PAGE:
Mon. Jul 22nd, 2024

The British Ministry of Defense is resuming work on heavy-duty drones

Natasha Kumar By Natasha Kumar Jul10,2024

Ministry of Defense UK relaunches work on heavy lift drones

The UK Ministry of Defense has relaunched its separate Uncrewed Air Systems Heavy Lift Capability (UASHLC) body to address the current lack of market options and ensure rapid access to new technologies.

This £95m initiative aims to accelerate the development of advanced autonomous unmanned aerial vehicles (UAVs), particularly in the maritime industry.

According to the tender announcement, the Ministry of Defense of Great Britain explained the need to reopen the structure to ensure rapid access to new technologies. The announcement states: “The aim is to address the lack of current options in the market by increasing the number of ready-to-deliver platforms to help support and develop management understanding of the potential and operational use of such unmanned aerial systems.

< p>The program, which will run until December 2027, invites industry partners to join and contribute to the development of advanced UAV technologies. It is aimed at creating an environment that supports rapid development and commercial operation, reducing the time to market of new UAV technologies.

The message emphasizes: “The Authority will facilitate the accelerated development of one or more UAV suppliers that meet or exceed the requirements of the Authority's defined minimum viable products (MVPs), as well as additional and basic technologies that expand the operational capabilities of UAVs.

Key aspects of this concept are as follows:

  • Accelerated Development: DoD will facilitate the accelerated development of vendor BSPs to meet or exceed specified Minimum Viable Products (MVPs). This program is designed to “support and inform the development of maritime operational concepts and provide evaluation, analysis, research and evaluation of the use of UAVs for beyond-line-of-line-of-sight (BVLOS) payload delivery and broader UAV capabilities.
  • Market Expansion: The program is open to all industry partners capable of expanding the market for heavy UAVs, including those that offer new technologies and capabilities such as payloads, fuel, software and counter-UAV technologies. The MoD states: “These basic and emerging technologies and capabilities may include (but are not limited to) payloads, fuel, software, and counter-UAV technologies (ground or platform)”.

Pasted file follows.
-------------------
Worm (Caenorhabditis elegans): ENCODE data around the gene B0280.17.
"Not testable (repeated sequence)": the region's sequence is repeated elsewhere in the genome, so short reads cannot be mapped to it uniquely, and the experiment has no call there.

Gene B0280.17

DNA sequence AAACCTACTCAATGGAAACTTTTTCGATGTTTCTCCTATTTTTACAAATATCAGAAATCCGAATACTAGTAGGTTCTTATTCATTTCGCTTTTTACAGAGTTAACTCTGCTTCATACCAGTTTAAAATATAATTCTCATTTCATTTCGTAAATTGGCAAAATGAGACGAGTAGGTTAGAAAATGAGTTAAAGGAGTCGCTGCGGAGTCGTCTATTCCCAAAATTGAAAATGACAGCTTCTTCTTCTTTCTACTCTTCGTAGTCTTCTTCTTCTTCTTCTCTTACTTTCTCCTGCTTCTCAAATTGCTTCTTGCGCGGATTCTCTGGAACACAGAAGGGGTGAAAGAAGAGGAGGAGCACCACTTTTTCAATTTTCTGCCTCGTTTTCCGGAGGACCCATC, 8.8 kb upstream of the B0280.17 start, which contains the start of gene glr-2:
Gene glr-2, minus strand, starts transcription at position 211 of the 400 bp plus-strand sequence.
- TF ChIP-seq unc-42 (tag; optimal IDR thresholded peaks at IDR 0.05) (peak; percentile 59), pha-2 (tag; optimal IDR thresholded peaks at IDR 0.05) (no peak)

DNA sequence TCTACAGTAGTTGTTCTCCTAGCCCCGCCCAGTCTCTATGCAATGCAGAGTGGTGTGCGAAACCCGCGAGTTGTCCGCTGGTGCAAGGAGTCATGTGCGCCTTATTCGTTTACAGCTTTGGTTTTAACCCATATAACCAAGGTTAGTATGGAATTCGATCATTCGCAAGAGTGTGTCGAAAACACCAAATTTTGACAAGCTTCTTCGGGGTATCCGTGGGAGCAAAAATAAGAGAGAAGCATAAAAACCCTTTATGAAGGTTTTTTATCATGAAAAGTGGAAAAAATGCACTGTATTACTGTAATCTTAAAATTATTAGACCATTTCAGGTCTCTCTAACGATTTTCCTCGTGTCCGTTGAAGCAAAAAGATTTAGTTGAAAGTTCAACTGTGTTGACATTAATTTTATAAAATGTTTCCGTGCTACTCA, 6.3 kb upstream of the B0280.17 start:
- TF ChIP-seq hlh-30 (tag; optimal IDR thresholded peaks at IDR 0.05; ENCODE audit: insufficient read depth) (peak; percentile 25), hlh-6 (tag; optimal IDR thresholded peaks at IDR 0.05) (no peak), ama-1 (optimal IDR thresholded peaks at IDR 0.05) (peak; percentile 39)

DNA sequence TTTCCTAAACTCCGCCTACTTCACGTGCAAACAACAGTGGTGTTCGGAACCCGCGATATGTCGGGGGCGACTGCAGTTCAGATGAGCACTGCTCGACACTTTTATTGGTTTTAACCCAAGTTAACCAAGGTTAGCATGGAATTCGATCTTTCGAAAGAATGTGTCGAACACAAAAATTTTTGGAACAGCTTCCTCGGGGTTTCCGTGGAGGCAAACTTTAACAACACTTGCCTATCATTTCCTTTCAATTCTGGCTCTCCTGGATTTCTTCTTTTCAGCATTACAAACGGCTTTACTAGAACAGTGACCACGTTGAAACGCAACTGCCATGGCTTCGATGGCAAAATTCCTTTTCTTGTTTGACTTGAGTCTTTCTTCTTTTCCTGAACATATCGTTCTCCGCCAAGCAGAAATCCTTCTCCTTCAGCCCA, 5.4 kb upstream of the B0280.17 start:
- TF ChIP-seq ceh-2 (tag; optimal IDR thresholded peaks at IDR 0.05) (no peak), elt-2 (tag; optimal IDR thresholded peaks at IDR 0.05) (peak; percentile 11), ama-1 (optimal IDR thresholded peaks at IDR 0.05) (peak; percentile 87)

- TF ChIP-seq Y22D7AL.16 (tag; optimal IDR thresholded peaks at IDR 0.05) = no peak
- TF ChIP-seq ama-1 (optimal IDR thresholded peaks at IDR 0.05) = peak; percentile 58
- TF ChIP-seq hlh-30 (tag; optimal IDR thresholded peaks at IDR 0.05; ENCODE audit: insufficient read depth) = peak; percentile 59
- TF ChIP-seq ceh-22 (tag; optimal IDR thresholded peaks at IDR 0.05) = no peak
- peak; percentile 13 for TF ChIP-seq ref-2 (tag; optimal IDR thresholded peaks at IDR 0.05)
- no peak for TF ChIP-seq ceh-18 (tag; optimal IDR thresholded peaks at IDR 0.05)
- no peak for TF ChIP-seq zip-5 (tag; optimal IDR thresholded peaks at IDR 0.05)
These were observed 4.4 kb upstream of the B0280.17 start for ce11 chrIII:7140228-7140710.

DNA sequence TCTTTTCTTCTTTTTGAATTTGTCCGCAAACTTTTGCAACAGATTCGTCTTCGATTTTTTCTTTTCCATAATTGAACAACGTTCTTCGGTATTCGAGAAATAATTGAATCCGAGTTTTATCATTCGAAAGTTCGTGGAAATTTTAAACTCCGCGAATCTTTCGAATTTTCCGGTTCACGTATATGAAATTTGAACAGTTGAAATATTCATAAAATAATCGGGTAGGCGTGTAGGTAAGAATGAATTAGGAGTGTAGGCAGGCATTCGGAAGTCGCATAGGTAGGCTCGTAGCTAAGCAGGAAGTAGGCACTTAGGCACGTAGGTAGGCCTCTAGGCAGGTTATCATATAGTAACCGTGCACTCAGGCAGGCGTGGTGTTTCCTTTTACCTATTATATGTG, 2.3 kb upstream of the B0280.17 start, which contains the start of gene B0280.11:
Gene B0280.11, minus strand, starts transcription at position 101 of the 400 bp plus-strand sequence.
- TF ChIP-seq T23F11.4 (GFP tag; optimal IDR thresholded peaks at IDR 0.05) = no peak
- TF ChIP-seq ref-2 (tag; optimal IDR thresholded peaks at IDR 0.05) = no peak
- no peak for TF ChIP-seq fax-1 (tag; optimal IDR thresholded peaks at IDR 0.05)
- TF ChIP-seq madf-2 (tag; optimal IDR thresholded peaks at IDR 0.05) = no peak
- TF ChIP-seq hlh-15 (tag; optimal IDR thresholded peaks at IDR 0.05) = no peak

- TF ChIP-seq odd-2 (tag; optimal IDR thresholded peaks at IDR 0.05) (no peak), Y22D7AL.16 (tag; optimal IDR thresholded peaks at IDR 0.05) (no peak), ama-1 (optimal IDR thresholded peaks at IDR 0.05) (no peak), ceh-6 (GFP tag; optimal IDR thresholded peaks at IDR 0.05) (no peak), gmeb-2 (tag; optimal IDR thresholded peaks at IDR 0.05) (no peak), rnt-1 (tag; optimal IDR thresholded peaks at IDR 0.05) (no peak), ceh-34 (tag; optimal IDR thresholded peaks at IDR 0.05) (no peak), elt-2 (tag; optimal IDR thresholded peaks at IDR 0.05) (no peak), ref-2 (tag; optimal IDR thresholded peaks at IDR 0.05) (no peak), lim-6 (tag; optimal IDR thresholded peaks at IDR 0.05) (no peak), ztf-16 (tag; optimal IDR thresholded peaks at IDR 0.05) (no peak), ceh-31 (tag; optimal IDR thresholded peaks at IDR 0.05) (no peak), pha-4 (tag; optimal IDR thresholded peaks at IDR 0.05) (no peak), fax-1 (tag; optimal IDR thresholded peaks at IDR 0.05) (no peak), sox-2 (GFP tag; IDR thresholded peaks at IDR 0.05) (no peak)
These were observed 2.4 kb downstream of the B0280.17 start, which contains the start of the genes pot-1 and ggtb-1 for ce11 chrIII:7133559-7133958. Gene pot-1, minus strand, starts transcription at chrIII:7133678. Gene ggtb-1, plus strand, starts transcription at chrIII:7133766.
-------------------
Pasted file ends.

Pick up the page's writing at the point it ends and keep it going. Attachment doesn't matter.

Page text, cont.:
• Operational Confidence: The initiative aims to provide end users with confidence in the ability of UAVs to accurately deliver heavy payloads over long distances. The Department of Defense intends to “ensure sponsor/user confidence in the potential of UAVs as renewable, adaptable, autonomous/remotely piloted aerial systems capable of delivering heavy payloads over long distances with precision”.
  • Evaluation and Acquisition: The program will enable DoD to identify and potentially fund viable solutions for further development and evaluation. It aims to “identify and, if necessary, finance the most viable solutions on the market for accelerated further development in order to meet the minimum requirements of the Authority (MVP) within the established time”.

In the tender announcement also mentions the importance of collaboration between providers and MOUs, and the potential for partnerships with other providers to drive innovation and efficiency.

Industry partners interested in participating in the UASHLC must submit their applications by 5:00 p.m. on August 12, 2024. The MoD's procurement process aims to attract a diverse range of suppliers, “ensuring that the best and most innovative technologies are offered to support the UK's defense capability”.

Previously, in 2021, the UK sought an “autonomous amphibious assault force. heavy aircraft for the Royal Navy.

The Royal Navy has previously said that the use of unmanned aerial vehicles for logistics has a number of advantages, including lower costs, faster completion of missions and the absence of certain risks for the ship's company.

“NavyX and DARE (Discover, Analysis and Rapid Exploitation – detection, analysis and rapid exploitation) are collaborating with the British companies Malloy Aeronautics and Planck Aerosystems in the development of unmanned aerial vehicles for moving cargo on ships.

< p>The heavy drone has already been tested in the harsh conditions of the Arctic Circle during the Royal Navy's Autonomous Advance Force exercise. At the beginning of this year in the north of Norway, it proved that it can be operated safely under any conditions and successfully deliver cargo.

Natasha Kumar

By Natasha Kumar

Natasha Kumar has been a reporter on the news desk since 2018. Before that she wrote about young adolescence and family dynamics for Styles and was the legal affairs correspondent for the Metro desk. Before joining The Times Hub, Natasha Kumar worked as a staff writer at the Village Voice and a freelancer for Newsday, The Wall Street Journal, GQ and Mirabella. To get in touch, contact me through my 1-800-268-7116

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